Dr No's Lair
Elsevier’s corporate headquarters, as depicted in “Dr. No”, 1962. Image via James Vaughan

Back in 2012 when we asked the Chefs, scholarly publishing was shifting (or had already shifted) from being an industry based on selling products to being service-based. The successful transition of books and journals to the digital realm continues to create new needs for the research community and thus, potential new services and revenue streams for publishers. Throughout the internet, convenience has become an important selling point. Some will always opt for the more difficult “free” version, but for those for whom time and effort are valuable, paying for convenience makes sense. A new pilot study performed by Elsevier and the University of Florida’s libraries offers an intriguing glimpse at a potential new service.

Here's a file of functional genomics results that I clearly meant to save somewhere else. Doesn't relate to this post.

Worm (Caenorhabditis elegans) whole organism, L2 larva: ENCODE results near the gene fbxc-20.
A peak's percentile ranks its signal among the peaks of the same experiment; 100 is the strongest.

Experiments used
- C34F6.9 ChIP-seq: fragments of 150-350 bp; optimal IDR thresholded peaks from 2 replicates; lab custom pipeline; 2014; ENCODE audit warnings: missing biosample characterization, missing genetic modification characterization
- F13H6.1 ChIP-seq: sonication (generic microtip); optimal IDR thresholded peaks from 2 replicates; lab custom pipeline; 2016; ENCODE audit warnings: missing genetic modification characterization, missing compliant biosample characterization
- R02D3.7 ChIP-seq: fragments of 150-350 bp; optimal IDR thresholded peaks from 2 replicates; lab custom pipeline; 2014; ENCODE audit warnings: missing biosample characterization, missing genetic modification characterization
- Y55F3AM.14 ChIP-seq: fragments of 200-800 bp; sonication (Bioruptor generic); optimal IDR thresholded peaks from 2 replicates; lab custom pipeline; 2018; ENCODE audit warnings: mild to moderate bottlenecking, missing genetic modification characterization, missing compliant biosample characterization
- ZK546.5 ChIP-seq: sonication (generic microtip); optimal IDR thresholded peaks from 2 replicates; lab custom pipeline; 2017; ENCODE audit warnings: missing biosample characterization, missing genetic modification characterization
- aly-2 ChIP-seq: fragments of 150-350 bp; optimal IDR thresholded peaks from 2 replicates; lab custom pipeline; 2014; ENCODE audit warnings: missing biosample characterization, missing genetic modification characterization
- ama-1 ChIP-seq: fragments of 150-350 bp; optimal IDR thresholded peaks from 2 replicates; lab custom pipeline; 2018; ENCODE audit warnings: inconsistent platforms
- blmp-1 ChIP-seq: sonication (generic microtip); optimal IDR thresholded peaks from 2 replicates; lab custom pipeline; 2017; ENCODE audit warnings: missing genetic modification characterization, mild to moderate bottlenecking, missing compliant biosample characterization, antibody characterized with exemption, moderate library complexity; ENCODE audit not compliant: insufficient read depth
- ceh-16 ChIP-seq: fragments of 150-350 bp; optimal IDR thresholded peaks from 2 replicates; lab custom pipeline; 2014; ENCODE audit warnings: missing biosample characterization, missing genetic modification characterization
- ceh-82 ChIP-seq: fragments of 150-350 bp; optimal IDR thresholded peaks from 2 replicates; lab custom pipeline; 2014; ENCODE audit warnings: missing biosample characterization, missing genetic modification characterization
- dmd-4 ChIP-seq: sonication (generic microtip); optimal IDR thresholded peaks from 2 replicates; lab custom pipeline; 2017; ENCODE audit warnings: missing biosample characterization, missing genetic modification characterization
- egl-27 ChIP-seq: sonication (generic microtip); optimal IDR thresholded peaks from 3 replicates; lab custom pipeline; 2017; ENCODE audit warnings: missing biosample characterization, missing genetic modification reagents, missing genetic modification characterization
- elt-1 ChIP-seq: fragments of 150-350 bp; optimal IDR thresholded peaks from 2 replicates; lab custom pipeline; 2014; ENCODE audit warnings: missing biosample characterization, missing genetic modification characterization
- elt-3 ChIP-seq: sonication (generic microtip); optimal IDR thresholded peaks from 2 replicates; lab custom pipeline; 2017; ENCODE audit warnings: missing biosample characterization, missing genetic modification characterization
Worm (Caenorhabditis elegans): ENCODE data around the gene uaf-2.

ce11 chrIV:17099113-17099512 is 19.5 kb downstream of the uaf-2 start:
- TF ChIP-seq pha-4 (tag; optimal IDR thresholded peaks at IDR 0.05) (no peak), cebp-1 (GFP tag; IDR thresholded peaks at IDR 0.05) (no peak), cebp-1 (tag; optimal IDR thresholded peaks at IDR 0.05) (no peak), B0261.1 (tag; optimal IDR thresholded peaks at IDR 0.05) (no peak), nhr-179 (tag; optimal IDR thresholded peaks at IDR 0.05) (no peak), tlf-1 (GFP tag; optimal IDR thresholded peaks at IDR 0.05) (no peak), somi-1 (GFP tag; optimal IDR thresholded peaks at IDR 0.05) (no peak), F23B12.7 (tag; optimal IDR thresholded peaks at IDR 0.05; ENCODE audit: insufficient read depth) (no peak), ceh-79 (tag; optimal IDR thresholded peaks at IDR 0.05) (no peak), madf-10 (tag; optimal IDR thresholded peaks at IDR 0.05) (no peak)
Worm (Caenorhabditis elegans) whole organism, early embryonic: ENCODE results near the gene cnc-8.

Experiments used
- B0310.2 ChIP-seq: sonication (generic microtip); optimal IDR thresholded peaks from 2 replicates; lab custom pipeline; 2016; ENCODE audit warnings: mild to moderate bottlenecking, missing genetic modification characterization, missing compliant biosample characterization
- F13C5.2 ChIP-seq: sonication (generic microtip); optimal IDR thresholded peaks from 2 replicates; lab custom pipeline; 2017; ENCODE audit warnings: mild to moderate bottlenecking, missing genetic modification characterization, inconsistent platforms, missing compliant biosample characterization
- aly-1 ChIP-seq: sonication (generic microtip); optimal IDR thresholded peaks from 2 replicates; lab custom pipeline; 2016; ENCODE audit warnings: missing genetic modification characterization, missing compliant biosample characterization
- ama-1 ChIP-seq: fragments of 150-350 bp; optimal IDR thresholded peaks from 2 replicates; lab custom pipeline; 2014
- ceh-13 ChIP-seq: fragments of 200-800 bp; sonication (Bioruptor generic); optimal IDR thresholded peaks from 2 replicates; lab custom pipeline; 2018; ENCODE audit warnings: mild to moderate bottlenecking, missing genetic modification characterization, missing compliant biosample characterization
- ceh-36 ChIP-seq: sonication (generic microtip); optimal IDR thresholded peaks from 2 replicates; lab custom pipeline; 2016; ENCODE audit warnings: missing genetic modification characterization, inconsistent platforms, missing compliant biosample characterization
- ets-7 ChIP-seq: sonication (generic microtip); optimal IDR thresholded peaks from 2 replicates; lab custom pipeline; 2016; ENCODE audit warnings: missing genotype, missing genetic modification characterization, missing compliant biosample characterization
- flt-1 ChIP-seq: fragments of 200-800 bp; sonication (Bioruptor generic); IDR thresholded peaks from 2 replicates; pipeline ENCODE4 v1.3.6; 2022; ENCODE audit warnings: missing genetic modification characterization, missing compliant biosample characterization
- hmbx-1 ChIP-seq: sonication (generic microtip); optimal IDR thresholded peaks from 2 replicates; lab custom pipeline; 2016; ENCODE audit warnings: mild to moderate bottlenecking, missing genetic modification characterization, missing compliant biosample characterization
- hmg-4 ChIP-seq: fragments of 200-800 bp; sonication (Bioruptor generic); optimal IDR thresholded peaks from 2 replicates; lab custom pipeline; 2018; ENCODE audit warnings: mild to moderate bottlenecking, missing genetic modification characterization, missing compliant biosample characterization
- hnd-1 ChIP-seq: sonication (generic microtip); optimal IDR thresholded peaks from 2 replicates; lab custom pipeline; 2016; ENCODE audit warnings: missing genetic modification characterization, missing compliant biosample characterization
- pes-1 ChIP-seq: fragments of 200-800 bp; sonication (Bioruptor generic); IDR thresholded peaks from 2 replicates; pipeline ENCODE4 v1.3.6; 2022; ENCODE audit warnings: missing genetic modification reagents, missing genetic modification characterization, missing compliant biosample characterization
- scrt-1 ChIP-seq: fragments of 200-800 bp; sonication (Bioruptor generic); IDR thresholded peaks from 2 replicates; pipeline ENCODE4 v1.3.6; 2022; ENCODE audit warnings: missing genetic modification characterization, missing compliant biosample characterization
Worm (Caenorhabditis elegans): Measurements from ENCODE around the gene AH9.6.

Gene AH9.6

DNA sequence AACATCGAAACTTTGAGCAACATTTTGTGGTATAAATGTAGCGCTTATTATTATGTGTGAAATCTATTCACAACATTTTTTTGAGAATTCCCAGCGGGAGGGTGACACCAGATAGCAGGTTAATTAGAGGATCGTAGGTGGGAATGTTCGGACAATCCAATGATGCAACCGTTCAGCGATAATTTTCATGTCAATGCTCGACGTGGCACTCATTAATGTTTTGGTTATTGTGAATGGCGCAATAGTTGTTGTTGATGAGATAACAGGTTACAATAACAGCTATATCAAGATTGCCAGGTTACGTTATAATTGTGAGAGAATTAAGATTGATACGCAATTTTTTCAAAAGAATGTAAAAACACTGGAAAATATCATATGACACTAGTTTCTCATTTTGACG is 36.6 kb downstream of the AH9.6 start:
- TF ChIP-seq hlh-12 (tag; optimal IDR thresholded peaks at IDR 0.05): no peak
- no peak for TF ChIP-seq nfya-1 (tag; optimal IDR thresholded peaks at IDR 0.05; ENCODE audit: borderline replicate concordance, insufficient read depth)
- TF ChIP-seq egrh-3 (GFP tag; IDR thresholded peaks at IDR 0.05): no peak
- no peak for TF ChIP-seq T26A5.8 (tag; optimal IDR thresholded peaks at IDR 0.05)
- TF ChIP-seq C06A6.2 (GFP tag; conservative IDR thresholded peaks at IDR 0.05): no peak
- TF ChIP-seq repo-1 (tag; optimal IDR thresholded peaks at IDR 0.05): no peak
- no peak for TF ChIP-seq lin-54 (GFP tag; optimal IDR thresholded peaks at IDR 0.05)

Elsevier and Florida’s project looks into ways that publishers and libraries could partner together to automate and expand the content found in institutional repositories. As with anything Elsevier does, the immediate online reaction was largely negative, laced with the usual suspicions about Elsevier’s motivation. For many, it’s almost impossible to objectively judge anything that Elsevier does. This is a bed that Elsevier has made for itself, becoming the prime target for all the sins of the publishing industry through its own past missteps and continuing controversial business practices. But the kneejerk responses have reached the point of absurdity (a favorite recent example being a suggestion that Elsevier had spent millions of dollars to buy SSRN so they could deliberately ruin it). Elsevier didn’t achieve its dominant position by being dumb, and while it’s amusing to picture Tom Reller going to work every morning at a secret volcano lair, any move they make is worthy of more serious analysis.